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Look in the mirror
Can't ignore murderous behavior

By Bahram Rajaee
May 11, 2001
The Iranian

I'd like to comment on some of the larger issues raised by John Mohammadi's piece, "Ghost of Khobar". We are all, no doubt, quite sensitive to the accusations that the Islamic Republic is perhaps the foremost state sponsor of terrorism in the world today.

We are all, most likely, also intimately familiar with the inevitable debates which immediately follow (in our own minds, and in any forum in which these accusations are leveled): "What do you mean by terrorism? Iran has never invaded anyone... as a matter of fact, it has been repeatedly attacked since the revolution! Didn't the experience with Saddam teach you anything? Iran, of course, does help Hezbollah in Lebanon--but they aren't terrorists, they are freedom fighters that only wanted to eject Israel from their country! And what about U.S. support for Israel? Isn't that state sponsored terrorism?"

And on, and on, and on.....

The point here, really, is that it almost doesn't matter how eloquent, factually accurate, historically correct, and persuasive our efforts -- as Iranian-Americans -- to try and balance the coverage of these reports are. The fundamental, overriding factor here is that at this point in time, despite all that is happening in Iran, the consequences of 1979 are still dominating official U.S. rhetoric and policy, as well as the bulk of any form of intellectual discourse regarding U.S.-Iranian relations.

Moreover, in the intervening 20 years, powerful political interests (and they are NOT all Jewish) in Washington have established their influence, to a certain extent, on hardline anti-IRI position. Over time, these positions have assumed the role approaching that of a theology: it is, in these circles, an article of faith that the IRI is inherently aggressive, destabilizing, unremittingly hostile, and wholly incapable of being rehabilitated into the "community of nations."

All that needs to be done, then, is simply to look for evidence of questionable behavior on Iran's part. Iran is therefore considered guilty until proven so. That's how we ended up with this ludicrous notion of "rogue states." By contrast, trying to inject some sense of balance into the discourse regarding U.S.-Iranian relations is a difficult and often easily misunderstood task. That is why I fully appreciate John Mohammadi's piece on Khobar.

Anyone with the ability and willingness to approach this issue would agree with him. The problem is, the people that need to absorb and hear objective analyses like that are not willing or able to do so.

I'm not suggesting by any means that we as a community should stop doing everything we can to explode the myth of "Iranian-as-terrorist." Quite to the contrary, we need to do more and do it better. It's just that it struck me as I was reading John's wonderful piece -- why do we alway feel the need to point out Israel's deficiencies in order to arrive at the following conclusion?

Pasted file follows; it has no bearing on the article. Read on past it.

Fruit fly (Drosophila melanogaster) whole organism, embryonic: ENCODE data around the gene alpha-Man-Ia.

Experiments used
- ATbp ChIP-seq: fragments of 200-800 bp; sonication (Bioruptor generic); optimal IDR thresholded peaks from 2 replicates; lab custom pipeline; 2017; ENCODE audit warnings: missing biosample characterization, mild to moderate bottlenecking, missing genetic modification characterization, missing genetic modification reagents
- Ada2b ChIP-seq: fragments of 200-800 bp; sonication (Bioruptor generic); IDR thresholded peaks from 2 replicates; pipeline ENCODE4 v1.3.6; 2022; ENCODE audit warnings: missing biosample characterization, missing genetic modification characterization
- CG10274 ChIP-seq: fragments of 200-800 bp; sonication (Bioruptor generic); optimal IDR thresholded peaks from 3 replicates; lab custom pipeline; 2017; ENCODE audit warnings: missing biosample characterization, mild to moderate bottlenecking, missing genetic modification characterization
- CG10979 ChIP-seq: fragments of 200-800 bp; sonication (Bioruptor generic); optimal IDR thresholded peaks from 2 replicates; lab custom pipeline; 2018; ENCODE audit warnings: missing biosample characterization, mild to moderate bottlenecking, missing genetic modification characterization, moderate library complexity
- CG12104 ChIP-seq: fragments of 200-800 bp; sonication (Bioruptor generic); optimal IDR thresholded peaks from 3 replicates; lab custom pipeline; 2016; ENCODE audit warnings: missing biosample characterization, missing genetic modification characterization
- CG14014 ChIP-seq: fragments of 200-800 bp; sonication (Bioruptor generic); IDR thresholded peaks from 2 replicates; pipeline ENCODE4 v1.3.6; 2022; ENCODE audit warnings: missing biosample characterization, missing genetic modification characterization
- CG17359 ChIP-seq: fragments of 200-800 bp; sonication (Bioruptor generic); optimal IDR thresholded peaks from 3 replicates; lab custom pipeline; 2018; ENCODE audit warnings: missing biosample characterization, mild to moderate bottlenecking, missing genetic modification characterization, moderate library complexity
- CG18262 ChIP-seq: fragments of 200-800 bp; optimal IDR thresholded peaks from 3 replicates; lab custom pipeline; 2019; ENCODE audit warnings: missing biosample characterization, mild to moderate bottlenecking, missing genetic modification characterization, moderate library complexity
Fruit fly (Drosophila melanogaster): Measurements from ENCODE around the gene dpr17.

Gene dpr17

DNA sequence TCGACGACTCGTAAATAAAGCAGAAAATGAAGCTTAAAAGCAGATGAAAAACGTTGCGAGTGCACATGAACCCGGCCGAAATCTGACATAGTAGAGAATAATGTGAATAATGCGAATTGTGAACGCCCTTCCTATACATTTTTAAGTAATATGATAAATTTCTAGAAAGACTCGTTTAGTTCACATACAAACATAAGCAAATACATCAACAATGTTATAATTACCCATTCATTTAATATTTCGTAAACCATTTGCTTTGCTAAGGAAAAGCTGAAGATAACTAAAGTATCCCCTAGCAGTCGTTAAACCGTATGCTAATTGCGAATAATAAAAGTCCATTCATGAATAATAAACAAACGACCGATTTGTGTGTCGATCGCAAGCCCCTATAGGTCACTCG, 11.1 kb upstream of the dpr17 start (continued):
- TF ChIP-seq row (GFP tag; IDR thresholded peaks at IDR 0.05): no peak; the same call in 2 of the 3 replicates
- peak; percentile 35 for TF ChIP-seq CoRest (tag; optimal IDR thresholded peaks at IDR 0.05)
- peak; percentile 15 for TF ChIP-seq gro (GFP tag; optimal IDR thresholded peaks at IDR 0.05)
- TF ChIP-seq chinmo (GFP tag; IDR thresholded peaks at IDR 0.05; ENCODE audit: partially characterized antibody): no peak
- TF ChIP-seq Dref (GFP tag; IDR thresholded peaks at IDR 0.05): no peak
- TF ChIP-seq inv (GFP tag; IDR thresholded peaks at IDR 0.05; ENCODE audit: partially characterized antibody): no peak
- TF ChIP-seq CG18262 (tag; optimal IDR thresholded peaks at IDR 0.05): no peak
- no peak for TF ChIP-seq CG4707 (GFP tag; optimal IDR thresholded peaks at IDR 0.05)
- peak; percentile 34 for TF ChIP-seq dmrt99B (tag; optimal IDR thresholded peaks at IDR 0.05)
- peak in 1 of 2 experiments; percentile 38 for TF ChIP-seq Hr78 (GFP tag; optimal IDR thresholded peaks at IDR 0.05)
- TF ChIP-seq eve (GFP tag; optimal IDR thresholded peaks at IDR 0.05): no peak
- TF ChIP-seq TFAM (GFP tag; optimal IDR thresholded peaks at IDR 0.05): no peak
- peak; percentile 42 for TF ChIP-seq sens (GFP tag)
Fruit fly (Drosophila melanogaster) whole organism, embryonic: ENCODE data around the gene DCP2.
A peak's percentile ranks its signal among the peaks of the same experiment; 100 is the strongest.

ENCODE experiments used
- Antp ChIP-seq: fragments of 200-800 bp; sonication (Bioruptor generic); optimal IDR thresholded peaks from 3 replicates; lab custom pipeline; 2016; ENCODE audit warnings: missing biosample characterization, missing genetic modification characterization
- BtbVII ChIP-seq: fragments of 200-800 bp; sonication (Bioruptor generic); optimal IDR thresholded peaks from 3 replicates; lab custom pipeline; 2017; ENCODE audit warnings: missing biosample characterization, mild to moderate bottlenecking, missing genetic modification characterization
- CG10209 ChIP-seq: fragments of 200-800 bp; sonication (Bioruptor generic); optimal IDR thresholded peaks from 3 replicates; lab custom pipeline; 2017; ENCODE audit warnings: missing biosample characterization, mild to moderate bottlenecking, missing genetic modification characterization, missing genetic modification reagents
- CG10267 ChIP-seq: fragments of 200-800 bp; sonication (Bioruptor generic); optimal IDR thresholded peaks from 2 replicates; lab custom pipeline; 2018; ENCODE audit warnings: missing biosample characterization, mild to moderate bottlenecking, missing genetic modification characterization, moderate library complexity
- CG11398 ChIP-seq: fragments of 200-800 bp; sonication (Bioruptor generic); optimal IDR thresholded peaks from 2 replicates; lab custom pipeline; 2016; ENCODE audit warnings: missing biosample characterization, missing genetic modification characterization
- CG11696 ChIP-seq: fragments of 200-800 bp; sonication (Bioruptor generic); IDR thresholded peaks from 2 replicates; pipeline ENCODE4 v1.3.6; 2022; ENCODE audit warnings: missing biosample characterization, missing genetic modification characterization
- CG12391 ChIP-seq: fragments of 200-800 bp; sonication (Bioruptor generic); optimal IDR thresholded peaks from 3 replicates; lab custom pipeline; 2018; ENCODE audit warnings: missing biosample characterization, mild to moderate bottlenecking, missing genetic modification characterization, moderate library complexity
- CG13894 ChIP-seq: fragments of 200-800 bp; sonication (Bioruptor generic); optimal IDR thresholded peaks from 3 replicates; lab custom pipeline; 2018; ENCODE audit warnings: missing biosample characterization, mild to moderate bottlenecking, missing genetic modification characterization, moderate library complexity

"Of course," John wrote, "this is not to say that Iran doesn't bomb places - Iran is certainly no better or worse than any other country in this respect - but isn't interesting to see how 'secret evidence' and rumors become accepted in this here democracy as a substitute for truth, until everyone just 'knows' Iran is responsible, without anyone knowing exactly how or why or when or who ...."

Of course, Israel's short history is replete with examples of hypocrisy, excesses in the name of state preservation, and discrimination bordering on communal terrorism. There is no question about that. But Iran is not Israel. And recycling what can easily be tagged as a carryover from the 1960s pan-Arab, "rejectionist" rhetoric -- no matter how accurate -- will most likely not make much headway in the U.S.

We aren't Jews and we aren't Arabs, and no matter what anyone tells me, we don't have a dog in that fight. In addition, attempting to deny what some of the most extreme and fanatical members of Iran's clerical government may or may not have done by asserting that "Israel has done it too" is to set yourself up for a probable disappointment. Before Khatami's election, these elements of the regime, led by Rafsanjani, Fallahian, and their close colleauges from the Haqqani school, dominated Iran's international policies.

I have always thought that the U.S. needs to provide the evidence to us regarding alleged Iranian complicity in the long list of terrorist attacks; I would also be the first to condemn the Iranian leadership if such evidence has been provided, which it has not been to date. But make no mistake about it, the U.S. government can see most of what Iran is up to.

Then think about this: Now that we know the murderous behavior of this small group of powerful people in Iran over the last 15-20 years, thanks to the brave journalists there, are you willing to defend what their actions might have been in 1995/1996? I, for one, can not and will not. I just hope and pray that they were not stupid enough to have had anything to do with this event.

Comment for The Iranian letters section
Comment to the writer Bahram Rajaee


Ghost of Khobar
By John Mohammadi


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